The objection is made that the finding that there is no uncertainty in the phrase, "born in the Hebrew faith," is not justified by the testimony, and as a statement of law "is not consistent with the legal conclusions adopted by almost all the courts which have considered this problem and made it a basis for their decision." That is not, however, quite what the finding was. Referring to this phrase and to the words "Hebrew" and "Jewish," the judge said, "I find no such uncertainty in the meaning of these words as to make their application to the facts in this case too difficult." We think that what the judge meant is clear. He was ruling that the testator used the word "born" not in an abstruse sense such as might be understood by a theologian but in its ordinary meaning of physical birth. "'Words in a will are to be given their ordinary meaning unless an intention to use them in some different sense is shown.' Smith v. Livermore, 298 Mass. 223, 234." Franklin Square House v. Siskind, 322 Mass. 556, 559.
2. Whether the words "Jewish faith" are sufficiently definite is a question of more difficulty. The courts with whose conclusions the judge's finding is said to be inconsistent are either English or in the Dominions. Of late years testamentary conditions seeking to divest estates on the contingency of marriage outside the Jewish religion have been held void for uncertainty in the English courts. Clayton v. Ramsden, A.C. 320 ("if my said daughter . . . shall at any time after my death contract a marriage with a person who is not of Jewish parentage and of the Jewish faith"). In re Blaiberg, 1 Ch. 385 ("should any child or grandchild of mine at any time whether before or after my decease marry any person not of the Jewish faith"). In re Donn, 1 Ch. 8 ("If any child of mine shall intermarry with anyone not of the Jewish faith, or if any child of mine shall intermarry with anyone whose parents were not of the Jewish faith at the time of the birth of the person so intermarrying with any child of mine"). Re Moss's Trusts, 1 All E.R. 207 ("if any child or grandchild of mine shall intermarry with any person not a member of the Jewish faith"). In re Ettelson, Vict. L.R. 217 ("should any child of mine marry anyone not of the Jewish religion and according to the rites and ceremonies of the Jewish church"). In re Myers, N.Z.L.R. 828 ("contracting marriage out of the Jewish faith"). These decisions turn upon a rule of construction that where a condition subsequent will divest an estate the court must be able to see from the beginning precisely on what event the vested estate will determine. Clavering v. Ellison, 7 H.L. Cas. 707, 725. Under this rule of "peculiar stringency" the matter is treated "as one to be decided as it were in vacuo, simply on the construction of the clause." Lord Wright in Clayton v. Ramsden, supra, 329. The rule does not apply to a limitation or a condition precedent. Re Wolffe's Will Trusts, 2 All E.R. 697 (income to granddaughter and on her marriage "to a person of the Jewish faith and the child of Jewish parents" to transfer the principal, but not if she "shall marry a person not of the Jewish faith and not the son of parents of the Jewish faith"). See In re Allen, 1 Ch. 810 (to the eldest son of his nephew "who shall be a member of the Church of England and an adherent to the doctrine of that Church"); S.C. 1 Ch. 259. For a summary of English law relating to conditions respecting particular religions, see Williams on Wills, 267 et seq.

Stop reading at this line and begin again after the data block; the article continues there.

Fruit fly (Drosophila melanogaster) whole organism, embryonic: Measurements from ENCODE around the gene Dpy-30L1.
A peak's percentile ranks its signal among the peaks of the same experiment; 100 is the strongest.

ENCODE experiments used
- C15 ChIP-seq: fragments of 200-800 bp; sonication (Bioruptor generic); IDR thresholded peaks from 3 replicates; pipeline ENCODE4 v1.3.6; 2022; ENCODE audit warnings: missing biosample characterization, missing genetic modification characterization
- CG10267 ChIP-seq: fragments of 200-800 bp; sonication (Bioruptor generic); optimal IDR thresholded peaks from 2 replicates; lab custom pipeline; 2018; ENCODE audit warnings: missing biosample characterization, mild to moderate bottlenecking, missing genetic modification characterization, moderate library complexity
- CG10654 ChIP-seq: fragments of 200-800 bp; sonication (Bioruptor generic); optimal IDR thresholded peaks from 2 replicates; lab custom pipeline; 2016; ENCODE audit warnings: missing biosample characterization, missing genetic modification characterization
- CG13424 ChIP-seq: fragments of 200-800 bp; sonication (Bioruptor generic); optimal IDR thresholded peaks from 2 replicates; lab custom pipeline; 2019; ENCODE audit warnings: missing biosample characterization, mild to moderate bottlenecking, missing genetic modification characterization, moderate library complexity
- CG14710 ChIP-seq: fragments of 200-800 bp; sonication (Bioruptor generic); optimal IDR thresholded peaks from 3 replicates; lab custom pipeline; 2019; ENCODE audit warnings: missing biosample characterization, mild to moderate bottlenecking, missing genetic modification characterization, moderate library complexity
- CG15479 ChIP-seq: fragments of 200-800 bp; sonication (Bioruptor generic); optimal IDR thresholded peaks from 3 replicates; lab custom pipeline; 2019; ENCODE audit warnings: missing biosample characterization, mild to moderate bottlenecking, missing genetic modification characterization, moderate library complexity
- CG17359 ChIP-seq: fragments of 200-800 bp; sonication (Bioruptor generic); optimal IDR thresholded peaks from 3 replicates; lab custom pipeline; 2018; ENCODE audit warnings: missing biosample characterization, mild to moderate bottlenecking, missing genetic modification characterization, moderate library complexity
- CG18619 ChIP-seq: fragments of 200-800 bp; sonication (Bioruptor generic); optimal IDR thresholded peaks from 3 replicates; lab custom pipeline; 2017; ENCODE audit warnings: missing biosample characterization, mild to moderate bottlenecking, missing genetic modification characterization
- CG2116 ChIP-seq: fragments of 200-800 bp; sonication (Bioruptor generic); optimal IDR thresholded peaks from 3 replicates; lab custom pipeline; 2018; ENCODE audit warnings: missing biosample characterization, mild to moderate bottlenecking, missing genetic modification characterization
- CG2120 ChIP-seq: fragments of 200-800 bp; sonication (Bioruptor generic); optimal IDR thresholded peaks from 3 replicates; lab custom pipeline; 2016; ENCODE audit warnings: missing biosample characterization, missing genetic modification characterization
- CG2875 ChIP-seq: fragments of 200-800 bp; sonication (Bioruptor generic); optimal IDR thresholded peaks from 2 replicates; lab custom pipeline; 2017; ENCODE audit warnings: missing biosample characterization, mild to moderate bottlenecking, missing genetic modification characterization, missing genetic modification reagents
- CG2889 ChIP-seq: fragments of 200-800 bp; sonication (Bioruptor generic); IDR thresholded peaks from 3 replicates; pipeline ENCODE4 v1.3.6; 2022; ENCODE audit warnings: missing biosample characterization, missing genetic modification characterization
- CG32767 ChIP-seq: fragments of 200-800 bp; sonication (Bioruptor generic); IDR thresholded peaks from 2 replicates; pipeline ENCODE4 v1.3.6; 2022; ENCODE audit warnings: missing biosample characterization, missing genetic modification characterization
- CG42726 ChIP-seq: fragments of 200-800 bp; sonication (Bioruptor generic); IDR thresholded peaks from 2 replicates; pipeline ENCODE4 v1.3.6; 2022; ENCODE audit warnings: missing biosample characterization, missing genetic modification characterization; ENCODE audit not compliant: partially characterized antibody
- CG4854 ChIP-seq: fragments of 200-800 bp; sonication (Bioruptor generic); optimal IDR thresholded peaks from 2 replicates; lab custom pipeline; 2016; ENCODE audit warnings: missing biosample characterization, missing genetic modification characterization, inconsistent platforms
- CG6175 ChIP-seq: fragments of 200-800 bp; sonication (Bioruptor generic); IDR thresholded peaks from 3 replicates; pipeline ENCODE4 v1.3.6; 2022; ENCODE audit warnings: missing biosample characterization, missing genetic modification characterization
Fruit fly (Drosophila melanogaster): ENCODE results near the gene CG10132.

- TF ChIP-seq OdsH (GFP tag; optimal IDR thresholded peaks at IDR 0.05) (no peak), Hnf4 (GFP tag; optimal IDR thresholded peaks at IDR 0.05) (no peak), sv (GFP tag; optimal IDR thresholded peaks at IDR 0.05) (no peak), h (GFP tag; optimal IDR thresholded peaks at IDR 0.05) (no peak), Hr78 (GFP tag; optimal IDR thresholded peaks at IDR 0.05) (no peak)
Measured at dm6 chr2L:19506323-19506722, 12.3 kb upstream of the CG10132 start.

It may be conceded that conditions, whether precedent or subsequent, tending to defeat estates are construed strictly. See Page on Wills (3d ed.) § 1280. Nevertheless we are unable to accept the doctrine of the English courts which would impress a fatal uncertainty upon the testator's language in the case at bar. Lord Romer, one of the principal expositors of the doctrine, said of "the Jewish faith" in Clayton v. Ramsden, A.C. 320, 334: "It would surely depend on the extent to which the particular individual accepted the tenets and observed the rules. I cannot avoid the conclusion that the question whether a man is of the Jewish faith is a question of degree." This is hardly the view to which we have very recently given expression in Goldman, petitioner, 331 Mass. 647, an adoption case under G.L. (Ter. Ed.) c. 210, § 5B, inserted by St. 1950, c. 737, § 3, requiring the judge "when practicable" to "give custody only to persons of the same religious faith as that of the child." We there said (page 649): "The mother did not cease to be a Catholic, even if she failed to live up to the ideals of her religion. If that were the test of belonging to a religious faith it is feared that few could qualify for any faith. The petitioners are of the Jewish faith and intend to bring up the twins in that faith." We do not believe the question of fact as to the religious faith of Veronica should be determined in vacuo (see Clayton v. Ramsden, supra, 329) any more than should any other question of fact.